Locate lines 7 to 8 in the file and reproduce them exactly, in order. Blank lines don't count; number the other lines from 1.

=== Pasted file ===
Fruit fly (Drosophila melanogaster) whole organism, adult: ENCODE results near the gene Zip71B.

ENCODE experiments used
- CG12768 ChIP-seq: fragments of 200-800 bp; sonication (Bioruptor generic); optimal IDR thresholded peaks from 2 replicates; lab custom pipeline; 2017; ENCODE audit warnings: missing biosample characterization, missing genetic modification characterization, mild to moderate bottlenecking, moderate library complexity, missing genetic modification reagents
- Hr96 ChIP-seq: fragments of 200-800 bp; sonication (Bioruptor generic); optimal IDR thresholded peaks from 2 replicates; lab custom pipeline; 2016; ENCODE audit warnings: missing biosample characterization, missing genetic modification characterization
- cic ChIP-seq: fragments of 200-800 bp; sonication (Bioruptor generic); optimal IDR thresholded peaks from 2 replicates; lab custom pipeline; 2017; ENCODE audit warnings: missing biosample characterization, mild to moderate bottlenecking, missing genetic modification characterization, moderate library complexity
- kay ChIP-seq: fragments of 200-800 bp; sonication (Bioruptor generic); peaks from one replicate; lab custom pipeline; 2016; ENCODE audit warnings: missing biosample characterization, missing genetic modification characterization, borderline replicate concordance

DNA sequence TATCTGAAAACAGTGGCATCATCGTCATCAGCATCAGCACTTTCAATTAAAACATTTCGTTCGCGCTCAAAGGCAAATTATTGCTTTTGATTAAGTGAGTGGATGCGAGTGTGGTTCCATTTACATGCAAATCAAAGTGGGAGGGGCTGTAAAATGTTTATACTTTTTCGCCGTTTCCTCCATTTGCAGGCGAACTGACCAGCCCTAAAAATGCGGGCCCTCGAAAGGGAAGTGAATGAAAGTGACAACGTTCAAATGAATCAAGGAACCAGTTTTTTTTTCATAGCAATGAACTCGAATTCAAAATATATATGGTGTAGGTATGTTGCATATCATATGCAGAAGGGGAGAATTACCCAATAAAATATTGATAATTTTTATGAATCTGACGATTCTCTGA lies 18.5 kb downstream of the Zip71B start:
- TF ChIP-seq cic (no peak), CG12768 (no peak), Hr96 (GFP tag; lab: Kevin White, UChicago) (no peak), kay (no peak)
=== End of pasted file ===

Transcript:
DNA sequence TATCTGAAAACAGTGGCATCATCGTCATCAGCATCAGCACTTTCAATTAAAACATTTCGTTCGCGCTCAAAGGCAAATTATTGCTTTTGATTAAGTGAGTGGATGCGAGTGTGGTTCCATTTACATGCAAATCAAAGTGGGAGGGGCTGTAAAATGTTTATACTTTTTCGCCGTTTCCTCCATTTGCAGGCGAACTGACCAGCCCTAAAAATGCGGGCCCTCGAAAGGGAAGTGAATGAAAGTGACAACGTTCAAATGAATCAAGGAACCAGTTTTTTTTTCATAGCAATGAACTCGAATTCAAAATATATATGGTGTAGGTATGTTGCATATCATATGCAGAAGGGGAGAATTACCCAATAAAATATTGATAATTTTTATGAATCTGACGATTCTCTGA lies 18.5 kb downstream of the Zip71B start:
- TF ChIP-seq cic (no peak), CG12768 (no peak), Hr96 (GFP tag; lab: Kevin White, UChicago) (no peak), kay (no peak)